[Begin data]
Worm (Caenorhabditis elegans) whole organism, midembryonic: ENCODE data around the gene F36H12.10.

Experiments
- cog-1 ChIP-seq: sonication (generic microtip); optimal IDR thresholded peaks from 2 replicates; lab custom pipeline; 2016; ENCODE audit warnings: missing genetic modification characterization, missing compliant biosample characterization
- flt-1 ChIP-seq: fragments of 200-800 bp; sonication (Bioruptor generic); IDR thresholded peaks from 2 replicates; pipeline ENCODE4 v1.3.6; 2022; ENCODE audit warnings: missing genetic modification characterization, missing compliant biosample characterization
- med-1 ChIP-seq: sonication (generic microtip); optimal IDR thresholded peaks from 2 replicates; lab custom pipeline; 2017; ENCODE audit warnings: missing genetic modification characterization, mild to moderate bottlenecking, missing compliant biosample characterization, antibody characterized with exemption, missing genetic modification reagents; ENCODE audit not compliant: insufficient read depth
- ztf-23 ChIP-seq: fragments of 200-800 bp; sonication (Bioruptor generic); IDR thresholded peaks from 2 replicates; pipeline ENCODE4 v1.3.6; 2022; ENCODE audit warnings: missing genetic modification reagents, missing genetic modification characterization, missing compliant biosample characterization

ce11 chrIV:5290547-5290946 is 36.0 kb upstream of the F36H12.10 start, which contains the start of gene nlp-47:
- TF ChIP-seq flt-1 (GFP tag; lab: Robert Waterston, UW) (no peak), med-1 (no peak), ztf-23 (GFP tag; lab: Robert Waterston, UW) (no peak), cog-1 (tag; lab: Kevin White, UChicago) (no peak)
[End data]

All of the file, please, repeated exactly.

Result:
Worm (Caenorhabditis elegans) whole organism, midembryonic: ENCODE data around the gene F36H12.10.

Experiments
- cog-1 ChIP-seq: sonication (generic microtip); optimal IDR thresholded peaks from 2 replicates; lab custom pipeline; 2016; ENCODE audit warnings: missing genetic modification characterization, missing compliant biosample characterization
- flt-1 ChIP-seq: fragments of 200-800 bp; sonication (Bioruptor generic); IDR thresholded peaks from 2 replicates; pipeline ENCODE4 v1.3.6; 2022; ENCODE audit warnings: missing genetic modification characterization, missing compliant biosample characterization
- med-1 ChIP-seq: sonication (generic microtip); optimal IDR thresholded peaks from 2 replicates; lab custom pipeline; 2017; ENCODE audit warnings: missing genetic modification characterization, mild to moderate bottlenecking, missing compliant biosample characterization, antibody characterized with exemption, missing genetic modification reagents; ENCODE audit not compliant: insufficient read depth
- ztf-23 ChIP-seq: fragments of 200-800 bp; sonication (Bioruptor generic); IDR thresholded peaks from 2 replicates; pipeline ENCODE4 v1.3.6; 2022; ENCODE audit warnings: missing genetic modification reagents, missing genetic modification characterization, missing compliant biosample characterization

ce11 chrIV:5290547-5290946 is 36.0 kb upstream of the F36H12.10 start, which contains the start of gene nlp-47:
- TF ChIP-seq flt-1 (GFP tag; lab: Robert Waterston, UW) (no peak), med-1 (no peak), ztf-23 (GFP tag; lab: Robert Waterston, UW) (no peak), cog-1 (tag; lab: Kevin White, UChicago) (no peak)